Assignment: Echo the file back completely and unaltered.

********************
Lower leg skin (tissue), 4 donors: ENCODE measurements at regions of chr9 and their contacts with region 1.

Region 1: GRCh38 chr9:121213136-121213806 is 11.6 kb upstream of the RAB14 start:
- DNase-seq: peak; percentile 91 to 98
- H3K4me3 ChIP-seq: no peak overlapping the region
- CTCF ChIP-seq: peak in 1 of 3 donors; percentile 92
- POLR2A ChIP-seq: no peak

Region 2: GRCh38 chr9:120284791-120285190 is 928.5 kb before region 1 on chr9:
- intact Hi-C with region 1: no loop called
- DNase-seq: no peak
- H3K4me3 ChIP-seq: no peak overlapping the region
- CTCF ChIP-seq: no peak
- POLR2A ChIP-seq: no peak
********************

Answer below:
Lower leg skin (tissue), 4 donors: ENCODE measurements at regions of chr9 and their contacts with region 1.

Region 1: GRCh38 chr9:121213136-121213806 is 11.6 kb upstream of the RAB14 start:
- DNase-seq: peak; percentile 91 to 98
- H3K4me3 ChIP-seq: no peak overlapping the region
- CTCF ChIP-seq: peak in 1 of 3 donors; percentile 92
- POLR2A ChIP-seq: no peak

Region 2: GRCh38 chr9:120284791-120285190 is 928.5 kb before region 1 on chr9:
- intact Hi-C with region 1: no loop called
- DNase-seq: no peak
- H3K4me3 ChIP-seq: no peak overlapping the region
- CTCF ChIP-seq: no peak
- POLR2A ChIP-seq: no peak